A Retired Canobie Lake Park Rollercoaster Has Some Big News
Editor's note: This article was written by a Townsquare Media Northern New England contributor and may contain the individual's views, opinions, or personal experiences.
Have you ever wondered what happens to retired attractions? Over the years, Canobie Lake Park in Salem, New Hampshire, has seen many changes to its attractions. When I say changes, it could be a retheming, a new look or name, or the attraction was taken out of the amusement park.
One of the rollercoasters at Canobie Lake Park was around for many years but in 2021 it was time to say goodbye to the attraction. I am talking about the steel rollercoaster that sent you upside down, the Corkscrew.
Personally, I had a love/hate relationship with the Corkscrew (okay, "hate" may be too strong of a word, but you get my point). I remember seeing people sitting there while the rollercoaster was stuck upside down a couple of times in my younger days, so it wasn't until 2019 that I decided to finally go on the attraction. Therefore, my time with the Corkscrew wasn't very long, but when I did finally go on it, I loved it.
If you were a fan of Canobie Lake Park's Corkscrew, or just want to relive some memories by seeing it again, you will have your chance but you will have to fly (or take a long drive).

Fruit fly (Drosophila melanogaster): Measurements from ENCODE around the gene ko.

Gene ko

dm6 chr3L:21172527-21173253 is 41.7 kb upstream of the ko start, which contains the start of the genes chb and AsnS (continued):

According to the National Roller Coaster Museum and Archives' Facebook page, the Corkscrew will be getting a new home.
That's right, Canobie Lake Park donated this iconic attraction and the Corkscrew is moving to Texas to be in a rollercoaster museum.
According to the National Rollercoaster Museum, they aim to "discover, preserve, interpret and share the historical heritage of the roller coaster for present and future generations. [...] to protect these artifacts and make them accessible to those who love roller coasters and amusement parks."
With five truckloads of rollercoaster parts, who knows how long it would take for them to put all the pieces back together? When they do, the Corkscrew will again become a landmark for the world.